2017-09-28 / News

Courthouse architect has worked on similar projects

By Grant McPherson
Staff Writer

BIDDEFORD – The state of Maine Judicial Branch has hired an experienced project manager for the new York County Courthouse, which will be built on Elm Street, but not everyone is excited for the project to begin.

Philip Johnston oversaw construction of the Penobscot Judicial Center in Bangor in 2009 and the Capital Judicial Center in Augusta in 2015. Johnston is a selfemployed licensed architect in Maine and has contracted with the state since 2007.

Construction of the York Judicial Center is expected to begin fall 2018. The project is in the schematic design phase, the first of five phases. The shape and size of the building is still being decided and specific building materials have not yet been chosen. Johnston will work with other architects and state officials in a collaborative approach to resolve issues in the project as they arise, such as how much parking will be included and where. Next will be the design development, in which systems like heating and plumbing will be laid out. After that the blue prints are drawn and the bidding process will begin. The final phase of the project is construction.

“I work full time with both of them to see that the judicial branch’s wants and needs are met,” Johnston said. “I’ll be doing the same process on the Biddeford project, which we’re calling the York Judicial Center.”

The property in Biddeford is different than either space in Bangor or Augusta, which were both urban sites. The Bangor courthouse was located in a flood plain and the site in Augusta was on a hill. Johnson said building the Biddeford facility will be easier because the ground is flat and does not appear to have any major environmental concerns. The challenge for Johnston is the size of the lot, 28.5 acres in total. The Capital Judicial Center in Augusta was only 2.38 acres, including parking.

“We’re thankful there are buffers of natural trees between the adjacent neighborhoods and those will be respected,” Johnston said. “We’ve already met with city officials and we hope to meet with neighboring residents to hear their concerns.”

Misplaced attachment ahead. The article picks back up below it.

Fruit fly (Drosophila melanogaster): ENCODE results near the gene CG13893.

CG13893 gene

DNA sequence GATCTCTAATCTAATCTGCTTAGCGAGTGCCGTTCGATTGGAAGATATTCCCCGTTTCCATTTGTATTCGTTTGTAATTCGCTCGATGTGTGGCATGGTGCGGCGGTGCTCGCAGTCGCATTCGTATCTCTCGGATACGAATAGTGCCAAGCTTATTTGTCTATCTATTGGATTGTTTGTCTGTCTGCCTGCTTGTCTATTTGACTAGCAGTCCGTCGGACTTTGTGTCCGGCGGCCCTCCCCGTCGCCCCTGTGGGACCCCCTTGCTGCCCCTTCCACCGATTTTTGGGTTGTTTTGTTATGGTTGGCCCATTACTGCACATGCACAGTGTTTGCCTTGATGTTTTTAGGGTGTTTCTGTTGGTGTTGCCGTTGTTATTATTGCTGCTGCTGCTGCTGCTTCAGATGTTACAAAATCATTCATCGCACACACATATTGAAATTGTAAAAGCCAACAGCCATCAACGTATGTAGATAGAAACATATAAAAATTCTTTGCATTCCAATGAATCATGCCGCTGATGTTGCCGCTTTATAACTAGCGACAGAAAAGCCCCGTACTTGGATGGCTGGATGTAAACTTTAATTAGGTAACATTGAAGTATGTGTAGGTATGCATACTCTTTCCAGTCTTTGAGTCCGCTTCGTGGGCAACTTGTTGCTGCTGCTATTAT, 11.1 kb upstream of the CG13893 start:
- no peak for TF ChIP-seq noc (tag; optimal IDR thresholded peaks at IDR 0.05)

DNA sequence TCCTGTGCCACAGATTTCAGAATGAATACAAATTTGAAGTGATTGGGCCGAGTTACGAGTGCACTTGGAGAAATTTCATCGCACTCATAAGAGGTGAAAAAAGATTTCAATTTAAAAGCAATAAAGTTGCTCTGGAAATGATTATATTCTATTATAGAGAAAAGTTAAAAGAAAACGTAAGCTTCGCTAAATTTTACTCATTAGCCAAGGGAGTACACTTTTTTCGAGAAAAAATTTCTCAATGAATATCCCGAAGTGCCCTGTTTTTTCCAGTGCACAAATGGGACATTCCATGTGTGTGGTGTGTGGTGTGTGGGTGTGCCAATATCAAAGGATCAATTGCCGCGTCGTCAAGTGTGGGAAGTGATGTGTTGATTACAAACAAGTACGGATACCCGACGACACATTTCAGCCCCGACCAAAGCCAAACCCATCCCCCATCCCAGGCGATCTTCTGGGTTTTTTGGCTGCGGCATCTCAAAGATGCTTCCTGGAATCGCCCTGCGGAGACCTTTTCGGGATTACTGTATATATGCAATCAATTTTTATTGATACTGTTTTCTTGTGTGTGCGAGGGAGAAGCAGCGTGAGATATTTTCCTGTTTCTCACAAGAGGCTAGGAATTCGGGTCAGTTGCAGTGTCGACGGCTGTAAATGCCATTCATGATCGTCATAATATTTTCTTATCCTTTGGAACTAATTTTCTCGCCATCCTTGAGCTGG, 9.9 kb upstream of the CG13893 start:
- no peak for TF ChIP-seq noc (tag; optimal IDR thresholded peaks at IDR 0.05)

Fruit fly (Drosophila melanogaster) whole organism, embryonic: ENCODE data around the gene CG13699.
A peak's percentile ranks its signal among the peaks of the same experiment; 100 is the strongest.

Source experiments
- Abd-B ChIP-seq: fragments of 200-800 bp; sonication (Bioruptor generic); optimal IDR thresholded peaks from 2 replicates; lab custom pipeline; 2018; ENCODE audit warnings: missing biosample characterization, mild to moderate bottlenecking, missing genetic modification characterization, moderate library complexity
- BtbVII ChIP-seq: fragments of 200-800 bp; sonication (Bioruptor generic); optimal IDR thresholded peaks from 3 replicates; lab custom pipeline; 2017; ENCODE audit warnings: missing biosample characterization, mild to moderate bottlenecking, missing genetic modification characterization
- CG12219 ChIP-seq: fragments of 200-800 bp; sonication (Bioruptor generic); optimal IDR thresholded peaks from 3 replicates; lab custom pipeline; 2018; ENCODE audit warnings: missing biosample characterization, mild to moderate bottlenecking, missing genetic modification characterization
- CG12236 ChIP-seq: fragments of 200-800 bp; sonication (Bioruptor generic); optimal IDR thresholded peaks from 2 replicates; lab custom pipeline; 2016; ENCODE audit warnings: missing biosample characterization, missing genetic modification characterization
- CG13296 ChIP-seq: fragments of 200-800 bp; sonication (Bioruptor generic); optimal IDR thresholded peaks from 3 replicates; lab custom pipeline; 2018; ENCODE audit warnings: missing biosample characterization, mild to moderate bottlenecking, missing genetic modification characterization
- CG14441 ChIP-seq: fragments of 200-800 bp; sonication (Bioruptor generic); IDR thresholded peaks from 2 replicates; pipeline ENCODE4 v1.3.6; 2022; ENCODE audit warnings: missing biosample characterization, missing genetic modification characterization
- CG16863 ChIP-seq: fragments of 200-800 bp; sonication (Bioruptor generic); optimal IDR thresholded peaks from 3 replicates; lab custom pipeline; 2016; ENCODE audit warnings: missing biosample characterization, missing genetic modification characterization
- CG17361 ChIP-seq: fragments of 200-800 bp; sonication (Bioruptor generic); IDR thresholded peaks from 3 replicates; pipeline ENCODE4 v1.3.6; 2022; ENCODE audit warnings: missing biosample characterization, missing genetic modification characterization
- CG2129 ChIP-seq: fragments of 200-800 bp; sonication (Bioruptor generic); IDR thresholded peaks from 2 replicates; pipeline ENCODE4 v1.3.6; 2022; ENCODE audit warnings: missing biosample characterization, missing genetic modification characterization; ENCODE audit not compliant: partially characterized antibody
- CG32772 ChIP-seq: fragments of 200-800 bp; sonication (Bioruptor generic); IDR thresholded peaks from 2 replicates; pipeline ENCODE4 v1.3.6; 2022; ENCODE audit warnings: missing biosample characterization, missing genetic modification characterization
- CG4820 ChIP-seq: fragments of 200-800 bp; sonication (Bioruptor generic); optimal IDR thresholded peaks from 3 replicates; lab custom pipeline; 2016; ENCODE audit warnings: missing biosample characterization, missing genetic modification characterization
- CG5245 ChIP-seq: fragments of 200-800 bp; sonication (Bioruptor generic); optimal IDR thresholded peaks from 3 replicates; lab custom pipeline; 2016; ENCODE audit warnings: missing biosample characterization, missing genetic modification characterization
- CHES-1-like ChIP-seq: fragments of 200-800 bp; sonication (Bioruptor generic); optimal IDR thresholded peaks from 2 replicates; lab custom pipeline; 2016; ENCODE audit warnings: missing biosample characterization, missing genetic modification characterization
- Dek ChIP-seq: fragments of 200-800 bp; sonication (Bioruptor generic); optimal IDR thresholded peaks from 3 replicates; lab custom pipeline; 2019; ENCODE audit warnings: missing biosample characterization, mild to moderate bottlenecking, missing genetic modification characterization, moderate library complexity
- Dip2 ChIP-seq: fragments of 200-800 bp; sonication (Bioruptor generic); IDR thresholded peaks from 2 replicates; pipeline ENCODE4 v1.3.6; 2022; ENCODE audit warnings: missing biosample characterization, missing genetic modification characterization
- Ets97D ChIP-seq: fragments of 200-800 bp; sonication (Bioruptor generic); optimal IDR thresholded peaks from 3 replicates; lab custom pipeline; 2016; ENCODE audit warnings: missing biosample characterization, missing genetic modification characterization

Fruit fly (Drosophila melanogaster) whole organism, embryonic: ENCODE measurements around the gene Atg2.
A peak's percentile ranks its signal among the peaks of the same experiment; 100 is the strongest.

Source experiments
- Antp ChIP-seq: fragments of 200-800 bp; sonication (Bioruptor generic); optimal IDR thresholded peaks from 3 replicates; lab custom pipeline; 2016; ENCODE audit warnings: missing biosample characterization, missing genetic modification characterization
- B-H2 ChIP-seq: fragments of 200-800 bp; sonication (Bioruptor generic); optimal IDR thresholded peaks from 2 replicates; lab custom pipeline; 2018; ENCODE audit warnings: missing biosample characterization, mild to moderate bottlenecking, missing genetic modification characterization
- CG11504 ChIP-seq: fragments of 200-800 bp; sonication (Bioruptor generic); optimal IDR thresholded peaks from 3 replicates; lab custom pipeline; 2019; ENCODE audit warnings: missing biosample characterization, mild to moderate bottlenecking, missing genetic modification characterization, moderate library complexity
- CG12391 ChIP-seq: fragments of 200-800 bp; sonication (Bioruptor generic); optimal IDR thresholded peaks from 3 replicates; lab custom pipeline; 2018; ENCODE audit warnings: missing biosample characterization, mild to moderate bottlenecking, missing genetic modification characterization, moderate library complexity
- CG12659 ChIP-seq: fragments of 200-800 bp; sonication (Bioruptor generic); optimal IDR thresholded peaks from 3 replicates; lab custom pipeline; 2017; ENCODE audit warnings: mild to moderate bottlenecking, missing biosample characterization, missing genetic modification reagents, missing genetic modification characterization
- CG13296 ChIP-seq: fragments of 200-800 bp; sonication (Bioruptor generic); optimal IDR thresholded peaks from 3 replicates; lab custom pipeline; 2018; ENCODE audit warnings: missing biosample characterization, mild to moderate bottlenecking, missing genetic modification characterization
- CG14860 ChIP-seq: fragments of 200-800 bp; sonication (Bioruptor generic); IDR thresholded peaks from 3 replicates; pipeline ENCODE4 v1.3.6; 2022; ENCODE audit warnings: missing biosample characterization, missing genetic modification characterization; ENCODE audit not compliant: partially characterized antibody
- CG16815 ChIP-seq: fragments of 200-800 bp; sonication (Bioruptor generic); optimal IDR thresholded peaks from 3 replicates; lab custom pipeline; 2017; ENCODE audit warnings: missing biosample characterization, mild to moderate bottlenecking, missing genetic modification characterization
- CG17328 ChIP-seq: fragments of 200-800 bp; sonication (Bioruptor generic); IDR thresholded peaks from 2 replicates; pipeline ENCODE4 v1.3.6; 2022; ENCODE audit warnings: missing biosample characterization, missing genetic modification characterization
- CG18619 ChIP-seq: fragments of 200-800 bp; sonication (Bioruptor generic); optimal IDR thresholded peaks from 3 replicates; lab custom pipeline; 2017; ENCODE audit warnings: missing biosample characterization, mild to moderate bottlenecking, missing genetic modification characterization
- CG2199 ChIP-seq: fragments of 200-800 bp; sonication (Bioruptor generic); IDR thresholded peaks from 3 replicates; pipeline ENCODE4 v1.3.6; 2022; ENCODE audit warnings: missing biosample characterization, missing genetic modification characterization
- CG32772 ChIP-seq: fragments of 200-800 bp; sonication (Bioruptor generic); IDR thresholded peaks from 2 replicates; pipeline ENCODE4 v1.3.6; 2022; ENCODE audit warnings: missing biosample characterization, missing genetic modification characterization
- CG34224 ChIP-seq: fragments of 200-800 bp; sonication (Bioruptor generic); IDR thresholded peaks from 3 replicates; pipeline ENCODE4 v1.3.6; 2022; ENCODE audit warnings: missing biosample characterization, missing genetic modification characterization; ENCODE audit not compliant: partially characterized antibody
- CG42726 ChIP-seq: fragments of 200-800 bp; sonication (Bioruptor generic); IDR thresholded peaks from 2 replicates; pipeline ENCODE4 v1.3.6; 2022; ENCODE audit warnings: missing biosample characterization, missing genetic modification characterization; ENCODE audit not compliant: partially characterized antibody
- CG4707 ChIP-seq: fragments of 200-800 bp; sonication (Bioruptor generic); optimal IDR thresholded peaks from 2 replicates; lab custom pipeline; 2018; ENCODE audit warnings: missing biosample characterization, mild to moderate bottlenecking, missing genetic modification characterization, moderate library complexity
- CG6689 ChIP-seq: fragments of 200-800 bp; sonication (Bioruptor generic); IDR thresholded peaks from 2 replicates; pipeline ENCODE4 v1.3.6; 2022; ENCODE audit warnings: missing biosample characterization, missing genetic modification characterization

Gorrill Palmer, a South Portland based civil engineering company, will conduct a traffic study of the area along Elm Street. Johnston said more information will be available as the project is developed.

The new York County Courthouse is part of the state’s ongoing efforts to update and consolidate courthouses in every county. The Legislature passed a law in 1976 taking ownership of the 17 county courthouses. Many of the buildings were old and in need of repair, such as the Kennebec County Courthouse which was built in the 1830s.

Mary Ann Lynch, government and media counsel for the administrative office of the courts, said counties had a difficult time paying for renovations and thus the buildings went neglected for many years.

“They limped along until the 1990s when the state court system decided to address the facility problem,” she said. “Now we have been working gradually with legislative support and funding to improve these buildings.”

The Maine District Court in Biddeford, located on Adams Street, will close once the York County Courthouse opens and become state surplus property.

“We don’t need it and so the Department of Administration and Financial Services will sell it or find some other use for it,” Lynch said.

Peter Mourmouras, a Biddeford resident who lives on Elm Street near the York Courthouse’s future location, doesn’t believe the project will benefit the city. He doesn’t think the current three-lane road will be able to accommodate the increase in traffic. Nor is he excited about the prospect of possible criminals being transported in and out of the area.

The city purchased three parcels of land on 511-515 Elm Street for $700,000 in December 2014. The city sold two of those in March to the Maine Governmental Facilities Authority for $810,000. The property is assessed at $278,700.

Mourmouras hoped the city wouldn’t sell the Pate Property and instead keep it for recreational fields and recreation department facilities. He doesn’t think Rotary Park or the other local fields provide enough space for youth programs in the city. Mourmouras said the recreational field proposal was brought before city council and rejected.

“We’ve had all three kids grow up in the Biddeford system,” he said. “Biddeford schools are trying to get more activities. It made sense for the recreation department to be consolidated into one location.”

Mourmouras worries the new courthouse could negatively impact residential property values and hopes the courts will invest in traffic control and green space near surrounding properties. Mourmouras did not attend the Thursday, Aug. 24 meeting at city hall about the courthouse construction. Aside from that, he said he will wait for more information.

“It doesn’t seem to be the best answer,” Mourmouras said. “But the state and city have their own agenda. I can’t do anything about it.”

Contact Staff Writer Grant McPherson at news@inthecourier.com

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